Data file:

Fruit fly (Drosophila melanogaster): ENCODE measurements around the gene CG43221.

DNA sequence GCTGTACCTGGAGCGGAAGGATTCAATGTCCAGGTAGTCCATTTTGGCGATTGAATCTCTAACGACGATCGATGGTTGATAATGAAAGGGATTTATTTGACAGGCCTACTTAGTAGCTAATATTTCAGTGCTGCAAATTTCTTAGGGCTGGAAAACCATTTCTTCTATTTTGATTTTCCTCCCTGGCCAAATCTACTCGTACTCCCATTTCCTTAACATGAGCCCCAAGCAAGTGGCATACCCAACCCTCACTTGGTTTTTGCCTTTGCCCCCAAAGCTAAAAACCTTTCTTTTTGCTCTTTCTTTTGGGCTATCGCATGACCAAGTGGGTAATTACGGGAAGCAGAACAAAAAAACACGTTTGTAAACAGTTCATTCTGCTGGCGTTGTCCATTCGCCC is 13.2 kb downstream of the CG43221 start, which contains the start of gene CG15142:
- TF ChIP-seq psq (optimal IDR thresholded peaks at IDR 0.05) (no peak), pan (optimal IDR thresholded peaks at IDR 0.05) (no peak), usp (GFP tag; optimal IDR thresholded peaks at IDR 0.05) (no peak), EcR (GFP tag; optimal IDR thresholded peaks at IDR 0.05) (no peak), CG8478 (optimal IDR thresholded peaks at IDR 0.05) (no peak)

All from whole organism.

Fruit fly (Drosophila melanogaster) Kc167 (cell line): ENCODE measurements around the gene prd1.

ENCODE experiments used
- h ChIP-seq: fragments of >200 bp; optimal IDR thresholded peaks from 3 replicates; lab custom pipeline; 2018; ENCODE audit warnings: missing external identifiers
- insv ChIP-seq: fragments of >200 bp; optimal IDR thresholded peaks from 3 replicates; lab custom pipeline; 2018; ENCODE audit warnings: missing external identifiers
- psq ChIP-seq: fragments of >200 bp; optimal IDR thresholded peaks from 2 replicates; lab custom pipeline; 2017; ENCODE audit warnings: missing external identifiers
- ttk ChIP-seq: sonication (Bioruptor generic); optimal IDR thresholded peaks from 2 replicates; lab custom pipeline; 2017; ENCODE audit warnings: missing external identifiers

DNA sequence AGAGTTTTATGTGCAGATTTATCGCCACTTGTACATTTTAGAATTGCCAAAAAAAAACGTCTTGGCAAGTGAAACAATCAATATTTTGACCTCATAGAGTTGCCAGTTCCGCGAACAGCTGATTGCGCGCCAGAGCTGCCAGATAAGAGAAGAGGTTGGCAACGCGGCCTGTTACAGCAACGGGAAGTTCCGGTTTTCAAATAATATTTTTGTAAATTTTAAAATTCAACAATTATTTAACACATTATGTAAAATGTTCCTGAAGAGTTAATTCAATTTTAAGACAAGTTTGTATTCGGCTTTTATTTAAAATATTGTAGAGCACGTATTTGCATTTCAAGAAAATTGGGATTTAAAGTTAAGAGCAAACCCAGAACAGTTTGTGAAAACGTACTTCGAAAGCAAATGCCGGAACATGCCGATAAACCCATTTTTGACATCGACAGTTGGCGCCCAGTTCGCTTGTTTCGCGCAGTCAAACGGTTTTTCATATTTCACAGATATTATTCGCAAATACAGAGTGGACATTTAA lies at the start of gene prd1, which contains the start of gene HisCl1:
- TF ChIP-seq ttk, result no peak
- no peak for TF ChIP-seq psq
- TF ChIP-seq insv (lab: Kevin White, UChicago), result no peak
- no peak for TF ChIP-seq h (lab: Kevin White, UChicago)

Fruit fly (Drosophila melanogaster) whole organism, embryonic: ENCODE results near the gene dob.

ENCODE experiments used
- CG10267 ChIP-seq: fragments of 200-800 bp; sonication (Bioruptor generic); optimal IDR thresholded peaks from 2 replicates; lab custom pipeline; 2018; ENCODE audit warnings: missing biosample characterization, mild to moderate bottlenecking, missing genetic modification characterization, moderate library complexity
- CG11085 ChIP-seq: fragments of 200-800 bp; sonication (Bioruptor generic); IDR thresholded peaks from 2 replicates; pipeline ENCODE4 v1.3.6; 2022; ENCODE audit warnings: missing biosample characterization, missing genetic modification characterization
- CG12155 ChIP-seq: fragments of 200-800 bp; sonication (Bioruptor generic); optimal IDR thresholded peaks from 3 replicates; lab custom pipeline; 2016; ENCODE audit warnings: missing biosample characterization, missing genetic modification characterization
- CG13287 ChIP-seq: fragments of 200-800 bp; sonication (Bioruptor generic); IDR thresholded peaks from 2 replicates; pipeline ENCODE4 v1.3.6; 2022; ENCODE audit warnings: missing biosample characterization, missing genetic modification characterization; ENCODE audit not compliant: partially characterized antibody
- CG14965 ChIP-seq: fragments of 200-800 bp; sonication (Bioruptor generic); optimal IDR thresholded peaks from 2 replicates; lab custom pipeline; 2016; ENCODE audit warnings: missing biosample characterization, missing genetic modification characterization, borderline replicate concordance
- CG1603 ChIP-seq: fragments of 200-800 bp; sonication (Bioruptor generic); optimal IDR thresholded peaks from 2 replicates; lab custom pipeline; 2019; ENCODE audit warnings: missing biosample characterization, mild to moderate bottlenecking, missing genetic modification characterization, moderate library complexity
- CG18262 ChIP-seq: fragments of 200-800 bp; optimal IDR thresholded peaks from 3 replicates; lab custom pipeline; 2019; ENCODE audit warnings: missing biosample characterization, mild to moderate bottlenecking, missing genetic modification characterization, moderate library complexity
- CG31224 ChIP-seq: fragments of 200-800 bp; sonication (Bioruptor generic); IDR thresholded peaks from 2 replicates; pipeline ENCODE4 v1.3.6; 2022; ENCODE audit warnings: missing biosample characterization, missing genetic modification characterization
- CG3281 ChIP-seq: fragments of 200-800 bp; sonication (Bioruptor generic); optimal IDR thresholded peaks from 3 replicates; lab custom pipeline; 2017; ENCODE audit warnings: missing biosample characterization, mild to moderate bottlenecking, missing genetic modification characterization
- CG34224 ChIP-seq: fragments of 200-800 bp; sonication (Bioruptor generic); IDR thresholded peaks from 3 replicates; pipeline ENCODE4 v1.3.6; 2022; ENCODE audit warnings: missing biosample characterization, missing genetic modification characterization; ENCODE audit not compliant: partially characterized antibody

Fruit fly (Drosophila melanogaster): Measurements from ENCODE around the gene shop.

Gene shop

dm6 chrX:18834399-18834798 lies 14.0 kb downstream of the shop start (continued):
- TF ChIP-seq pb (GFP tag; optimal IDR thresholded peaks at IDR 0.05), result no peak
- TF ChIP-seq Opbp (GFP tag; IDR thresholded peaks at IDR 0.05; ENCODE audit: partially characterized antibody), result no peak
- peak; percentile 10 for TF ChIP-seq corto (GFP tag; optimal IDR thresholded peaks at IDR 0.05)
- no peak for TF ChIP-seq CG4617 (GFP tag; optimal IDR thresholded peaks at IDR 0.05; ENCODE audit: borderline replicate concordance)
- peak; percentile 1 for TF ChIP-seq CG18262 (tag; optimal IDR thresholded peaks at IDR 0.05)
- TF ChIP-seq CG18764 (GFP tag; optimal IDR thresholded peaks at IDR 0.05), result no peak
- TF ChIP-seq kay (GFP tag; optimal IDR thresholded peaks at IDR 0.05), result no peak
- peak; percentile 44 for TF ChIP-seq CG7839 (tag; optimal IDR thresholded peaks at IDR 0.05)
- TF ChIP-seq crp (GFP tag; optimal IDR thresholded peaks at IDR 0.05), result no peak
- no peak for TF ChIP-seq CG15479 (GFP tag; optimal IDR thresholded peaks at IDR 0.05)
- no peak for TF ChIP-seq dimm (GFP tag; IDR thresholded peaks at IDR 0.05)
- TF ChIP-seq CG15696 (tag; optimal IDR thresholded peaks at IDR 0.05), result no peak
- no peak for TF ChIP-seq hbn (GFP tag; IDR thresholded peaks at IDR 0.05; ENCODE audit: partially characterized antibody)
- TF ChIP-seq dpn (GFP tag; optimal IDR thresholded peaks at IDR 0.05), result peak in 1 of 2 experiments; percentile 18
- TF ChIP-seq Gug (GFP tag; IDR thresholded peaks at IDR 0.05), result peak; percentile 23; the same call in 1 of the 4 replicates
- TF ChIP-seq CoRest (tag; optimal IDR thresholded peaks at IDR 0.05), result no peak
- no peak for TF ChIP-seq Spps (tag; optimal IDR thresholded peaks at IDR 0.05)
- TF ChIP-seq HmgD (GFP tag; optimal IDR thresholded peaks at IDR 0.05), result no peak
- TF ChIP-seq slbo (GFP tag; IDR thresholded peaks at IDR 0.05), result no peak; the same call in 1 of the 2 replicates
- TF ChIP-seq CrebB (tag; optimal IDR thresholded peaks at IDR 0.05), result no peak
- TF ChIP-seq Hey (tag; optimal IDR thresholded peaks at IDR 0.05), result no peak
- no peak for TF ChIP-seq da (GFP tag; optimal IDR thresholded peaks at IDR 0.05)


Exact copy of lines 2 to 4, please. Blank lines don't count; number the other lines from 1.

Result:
DNA sequence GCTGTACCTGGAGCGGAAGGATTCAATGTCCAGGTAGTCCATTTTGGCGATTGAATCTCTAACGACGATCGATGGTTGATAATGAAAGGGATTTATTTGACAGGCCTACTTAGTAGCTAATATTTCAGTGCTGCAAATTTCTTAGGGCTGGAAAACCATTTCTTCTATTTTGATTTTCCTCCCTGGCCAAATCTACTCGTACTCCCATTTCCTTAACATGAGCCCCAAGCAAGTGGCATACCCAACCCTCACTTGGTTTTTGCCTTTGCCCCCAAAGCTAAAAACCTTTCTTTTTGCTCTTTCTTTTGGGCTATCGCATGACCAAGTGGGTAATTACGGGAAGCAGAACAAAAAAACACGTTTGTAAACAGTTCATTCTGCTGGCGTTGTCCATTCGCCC is 13.2 kb downstream of the CG43221 start, which contains the start of gene CG15142:
- TF ChIP-seq psq (optimal IDR thresholded peaks at IDR 0.05) (no peak), pan (optimal IDR thresholded peaks at IDR 0.05) (no peak), usp (GFP tag; optimal IDR thresholded peaks at IDR 0.05) (no peak), EcR (GFP tag; optimal IDR thresholded peaks at IDR 0.05) (no peak), CG8478 (optimal IDR thresholded peaks at IDR 0.05) (no peak)

All from whole organism.